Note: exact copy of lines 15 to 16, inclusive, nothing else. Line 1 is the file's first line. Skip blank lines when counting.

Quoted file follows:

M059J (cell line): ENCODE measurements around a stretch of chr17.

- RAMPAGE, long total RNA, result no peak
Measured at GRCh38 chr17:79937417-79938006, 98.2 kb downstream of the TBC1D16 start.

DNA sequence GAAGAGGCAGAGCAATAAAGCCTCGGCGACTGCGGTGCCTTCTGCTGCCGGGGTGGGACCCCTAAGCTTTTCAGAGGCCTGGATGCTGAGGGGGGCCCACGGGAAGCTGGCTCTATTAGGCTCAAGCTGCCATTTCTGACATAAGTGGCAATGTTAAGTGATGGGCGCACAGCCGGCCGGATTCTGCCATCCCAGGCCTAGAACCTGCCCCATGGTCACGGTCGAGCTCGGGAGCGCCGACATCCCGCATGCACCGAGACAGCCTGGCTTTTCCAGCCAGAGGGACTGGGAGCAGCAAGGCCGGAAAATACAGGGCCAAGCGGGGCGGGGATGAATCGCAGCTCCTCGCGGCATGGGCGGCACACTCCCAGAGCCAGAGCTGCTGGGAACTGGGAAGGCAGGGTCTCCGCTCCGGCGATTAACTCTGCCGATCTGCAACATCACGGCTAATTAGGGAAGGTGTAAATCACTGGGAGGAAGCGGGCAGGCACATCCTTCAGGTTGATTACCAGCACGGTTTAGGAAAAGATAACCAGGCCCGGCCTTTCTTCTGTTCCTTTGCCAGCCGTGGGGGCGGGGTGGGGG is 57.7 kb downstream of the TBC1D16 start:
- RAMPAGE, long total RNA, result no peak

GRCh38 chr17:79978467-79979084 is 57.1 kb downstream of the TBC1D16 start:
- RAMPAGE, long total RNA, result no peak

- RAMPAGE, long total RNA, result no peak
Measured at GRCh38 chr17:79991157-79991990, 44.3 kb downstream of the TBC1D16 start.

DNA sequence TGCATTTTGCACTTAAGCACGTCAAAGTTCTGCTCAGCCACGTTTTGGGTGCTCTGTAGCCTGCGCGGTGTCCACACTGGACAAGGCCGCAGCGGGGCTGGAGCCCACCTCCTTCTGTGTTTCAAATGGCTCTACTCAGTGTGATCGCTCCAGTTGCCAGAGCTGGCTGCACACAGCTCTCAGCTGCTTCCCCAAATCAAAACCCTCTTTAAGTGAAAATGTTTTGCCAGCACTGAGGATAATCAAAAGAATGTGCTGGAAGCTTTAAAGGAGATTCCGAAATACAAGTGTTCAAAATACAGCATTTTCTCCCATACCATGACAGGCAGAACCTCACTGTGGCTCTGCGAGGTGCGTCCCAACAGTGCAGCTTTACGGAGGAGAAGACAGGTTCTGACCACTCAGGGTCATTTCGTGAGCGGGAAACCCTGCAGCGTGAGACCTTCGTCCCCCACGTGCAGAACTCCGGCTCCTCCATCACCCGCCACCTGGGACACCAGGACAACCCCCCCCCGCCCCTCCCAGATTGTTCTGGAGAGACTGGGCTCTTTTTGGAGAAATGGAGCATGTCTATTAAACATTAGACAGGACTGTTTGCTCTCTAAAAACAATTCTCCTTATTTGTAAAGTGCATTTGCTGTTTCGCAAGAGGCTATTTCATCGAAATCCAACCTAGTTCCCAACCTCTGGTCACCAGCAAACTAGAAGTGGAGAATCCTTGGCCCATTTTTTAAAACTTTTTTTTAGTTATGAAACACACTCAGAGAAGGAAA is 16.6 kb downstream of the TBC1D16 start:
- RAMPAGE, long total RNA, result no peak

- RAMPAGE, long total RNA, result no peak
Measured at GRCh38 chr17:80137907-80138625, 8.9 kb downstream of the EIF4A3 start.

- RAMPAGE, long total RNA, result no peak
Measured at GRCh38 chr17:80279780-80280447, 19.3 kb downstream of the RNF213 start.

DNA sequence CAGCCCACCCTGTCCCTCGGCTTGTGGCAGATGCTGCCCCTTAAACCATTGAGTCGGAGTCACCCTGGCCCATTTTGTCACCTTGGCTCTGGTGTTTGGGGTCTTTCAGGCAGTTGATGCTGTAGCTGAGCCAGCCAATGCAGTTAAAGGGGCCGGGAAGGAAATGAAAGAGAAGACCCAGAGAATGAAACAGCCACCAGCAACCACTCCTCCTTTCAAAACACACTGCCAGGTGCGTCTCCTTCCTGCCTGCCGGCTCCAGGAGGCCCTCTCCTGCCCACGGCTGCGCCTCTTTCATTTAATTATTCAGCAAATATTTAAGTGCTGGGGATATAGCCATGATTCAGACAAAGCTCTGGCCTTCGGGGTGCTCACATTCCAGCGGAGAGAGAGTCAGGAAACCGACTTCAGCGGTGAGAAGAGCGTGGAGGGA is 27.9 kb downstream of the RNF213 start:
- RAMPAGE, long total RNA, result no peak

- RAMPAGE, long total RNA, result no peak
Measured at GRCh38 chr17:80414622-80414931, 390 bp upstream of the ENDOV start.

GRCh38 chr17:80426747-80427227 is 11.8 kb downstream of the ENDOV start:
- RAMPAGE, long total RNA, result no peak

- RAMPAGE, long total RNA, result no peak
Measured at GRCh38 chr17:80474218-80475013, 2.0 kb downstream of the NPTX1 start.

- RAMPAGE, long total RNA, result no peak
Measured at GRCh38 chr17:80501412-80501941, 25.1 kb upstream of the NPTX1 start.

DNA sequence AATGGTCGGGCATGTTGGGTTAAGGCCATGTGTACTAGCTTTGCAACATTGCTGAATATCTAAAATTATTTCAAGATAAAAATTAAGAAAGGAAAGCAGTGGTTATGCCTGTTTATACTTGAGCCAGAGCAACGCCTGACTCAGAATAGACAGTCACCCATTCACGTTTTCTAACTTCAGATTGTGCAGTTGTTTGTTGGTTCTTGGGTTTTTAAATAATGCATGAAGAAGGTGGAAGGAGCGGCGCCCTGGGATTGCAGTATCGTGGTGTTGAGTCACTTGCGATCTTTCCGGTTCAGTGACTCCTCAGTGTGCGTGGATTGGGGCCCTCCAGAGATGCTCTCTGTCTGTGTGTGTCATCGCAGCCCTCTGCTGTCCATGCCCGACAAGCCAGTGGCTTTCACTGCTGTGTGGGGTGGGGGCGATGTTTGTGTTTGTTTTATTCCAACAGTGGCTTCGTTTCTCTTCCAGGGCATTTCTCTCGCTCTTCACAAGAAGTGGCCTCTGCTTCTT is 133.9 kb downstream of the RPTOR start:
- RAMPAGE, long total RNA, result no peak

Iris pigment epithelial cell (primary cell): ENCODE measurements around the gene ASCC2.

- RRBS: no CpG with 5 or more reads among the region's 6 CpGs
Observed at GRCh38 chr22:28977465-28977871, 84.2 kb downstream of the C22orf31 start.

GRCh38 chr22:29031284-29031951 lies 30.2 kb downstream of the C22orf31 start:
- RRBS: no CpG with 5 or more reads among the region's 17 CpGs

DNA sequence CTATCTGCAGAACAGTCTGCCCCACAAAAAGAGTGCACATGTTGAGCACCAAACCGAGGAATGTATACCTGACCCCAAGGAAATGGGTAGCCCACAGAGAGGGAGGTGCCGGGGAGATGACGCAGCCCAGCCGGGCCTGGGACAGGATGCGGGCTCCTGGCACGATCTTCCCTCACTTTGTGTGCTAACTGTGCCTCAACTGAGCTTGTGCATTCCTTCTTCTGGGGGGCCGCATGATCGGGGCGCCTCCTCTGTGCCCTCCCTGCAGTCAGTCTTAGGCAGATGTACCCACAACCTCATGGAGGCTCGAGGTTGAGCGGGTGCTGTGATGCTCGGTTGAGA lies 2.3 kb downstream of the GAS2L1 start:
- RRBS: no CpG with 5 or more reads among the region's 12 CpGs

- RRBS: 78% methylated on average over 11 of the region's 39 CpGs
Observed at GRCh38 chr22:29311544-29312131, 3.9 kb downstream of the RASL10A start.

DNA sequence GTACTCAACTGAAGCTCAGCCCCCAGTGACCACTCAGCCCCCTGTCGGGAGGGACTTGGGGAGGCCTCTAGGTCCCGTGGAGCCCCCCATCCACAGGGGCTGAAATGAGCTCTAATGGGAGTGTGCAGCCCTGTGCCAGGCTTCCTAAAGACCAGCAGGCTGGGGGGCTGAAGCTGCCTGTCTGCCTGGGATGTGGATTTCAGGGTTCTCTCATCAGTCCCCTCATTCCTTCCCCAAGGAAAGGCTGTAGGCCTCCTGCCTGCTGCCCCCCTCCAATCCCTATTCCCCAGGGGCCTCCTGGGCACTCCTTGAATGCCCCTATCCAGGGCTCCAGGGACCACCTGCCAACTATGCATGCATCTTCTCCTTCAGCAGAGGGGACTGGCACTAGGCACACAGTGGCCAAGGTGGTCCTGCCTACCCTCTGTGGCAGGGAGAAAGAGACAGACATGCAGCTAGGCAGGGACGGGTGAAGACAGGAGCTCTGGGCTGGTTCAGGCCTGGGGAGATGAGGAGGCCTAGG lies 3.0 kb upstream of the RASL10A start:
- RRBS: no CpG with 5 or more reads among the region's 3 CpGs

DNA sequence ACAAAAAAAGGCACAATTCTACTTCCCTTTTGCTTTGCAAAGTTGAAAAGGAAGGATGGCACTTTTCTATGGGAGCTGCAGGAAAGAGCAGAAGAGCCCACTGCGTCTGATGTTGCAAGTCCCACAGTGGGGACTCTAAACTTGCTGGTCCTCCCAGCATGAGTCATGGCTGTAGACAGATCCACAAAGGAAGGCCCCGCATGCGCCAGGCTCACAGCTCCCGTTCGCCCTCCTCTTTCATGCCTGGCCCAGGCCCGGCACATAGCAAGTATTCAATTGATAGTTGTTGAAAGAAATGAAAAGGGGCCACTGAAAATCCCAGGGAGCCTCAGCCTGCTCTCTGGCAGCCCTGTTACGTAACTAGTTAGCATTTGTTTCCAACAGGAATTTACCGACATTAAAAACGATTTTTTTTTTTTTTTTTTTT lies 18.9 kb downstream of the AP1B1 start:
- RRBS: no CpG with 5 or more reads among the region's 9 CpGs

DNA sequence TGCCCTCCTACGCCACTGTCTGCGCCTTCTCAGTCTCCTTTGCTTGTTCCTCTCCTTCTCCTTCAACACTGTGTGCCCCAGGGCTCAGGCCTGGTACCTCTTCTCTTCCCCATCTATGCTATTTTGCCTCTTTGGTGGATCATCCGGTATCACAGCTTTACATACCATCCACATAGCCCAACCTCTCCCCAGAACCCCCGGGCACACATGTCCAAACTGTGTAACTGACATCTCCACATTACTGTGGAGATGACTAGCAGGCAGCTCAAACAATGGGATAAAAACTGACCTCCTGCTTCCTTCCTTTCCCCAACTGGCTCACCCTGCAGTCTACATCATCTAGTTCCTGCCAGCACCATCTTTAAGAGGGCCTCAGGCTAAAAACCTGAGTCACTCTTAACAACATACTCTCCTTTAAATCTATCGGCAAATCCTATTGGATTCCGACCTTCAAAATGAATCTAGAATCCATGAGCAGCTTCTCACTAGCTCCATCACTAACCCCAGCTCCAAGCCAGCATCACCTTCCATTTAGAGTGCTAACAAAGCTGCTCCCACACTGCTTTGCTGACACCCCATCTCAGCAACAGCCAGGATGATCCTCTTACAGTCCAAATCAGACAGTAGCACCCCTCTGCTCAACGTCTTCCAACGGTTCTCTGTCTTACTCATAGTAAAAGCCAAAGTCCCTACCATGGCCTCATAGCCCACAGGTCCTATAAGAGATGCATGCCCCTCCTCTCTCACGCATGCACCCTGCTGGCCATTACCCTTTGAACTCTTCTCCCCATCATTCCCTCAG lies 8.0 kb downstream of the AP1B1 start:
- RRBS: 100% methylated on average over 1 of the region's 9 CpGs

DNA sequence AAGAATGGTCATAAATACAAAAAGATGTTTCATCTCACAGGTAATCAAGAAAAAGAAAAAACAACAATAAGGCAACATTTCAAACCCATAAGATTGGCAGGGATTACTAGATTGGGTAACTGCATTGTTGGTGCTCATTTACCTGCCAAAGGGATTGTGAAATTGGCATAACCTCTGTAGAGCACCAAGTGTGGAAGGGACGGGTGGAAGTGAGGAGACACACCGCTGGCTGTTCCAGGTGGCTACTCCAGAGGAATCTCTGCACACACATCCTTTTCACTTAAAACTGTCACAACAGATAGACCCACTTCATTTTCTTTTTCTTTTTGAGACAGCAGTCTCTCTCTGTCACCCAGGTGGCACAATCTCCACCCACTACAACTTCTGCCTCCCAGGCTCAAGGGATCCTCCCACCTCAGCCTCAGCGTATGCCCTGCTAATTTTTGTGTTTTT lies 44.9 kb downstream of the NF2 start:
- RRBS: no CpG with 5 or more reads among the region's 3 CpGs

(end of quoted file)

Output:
Measured at GRCh38 chr17:80279780-80280447, 19.3 kb downstream of the RNF213 start.

DNA sequence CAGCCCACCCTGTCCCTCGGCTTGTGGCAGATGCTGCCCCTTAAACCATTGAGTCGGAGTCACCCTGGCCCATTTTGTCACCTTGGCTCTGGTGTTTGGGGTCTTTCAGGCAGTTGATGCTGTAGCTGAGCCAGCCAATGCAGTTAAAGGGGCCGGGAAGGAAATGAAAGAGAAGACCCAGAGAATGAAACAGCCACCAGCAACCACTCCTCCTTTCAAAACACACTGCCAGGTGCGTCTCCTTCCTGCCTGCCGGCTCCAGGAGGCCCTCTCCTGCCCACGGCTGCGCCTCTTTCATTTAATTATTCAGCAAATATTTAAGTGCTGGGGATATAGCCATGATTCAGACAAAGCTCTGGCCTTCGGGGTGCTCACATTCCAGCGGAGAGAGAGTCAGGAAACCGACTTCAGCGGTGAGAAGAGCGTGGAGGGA is 27.9 kb downstream of the RNF213 start: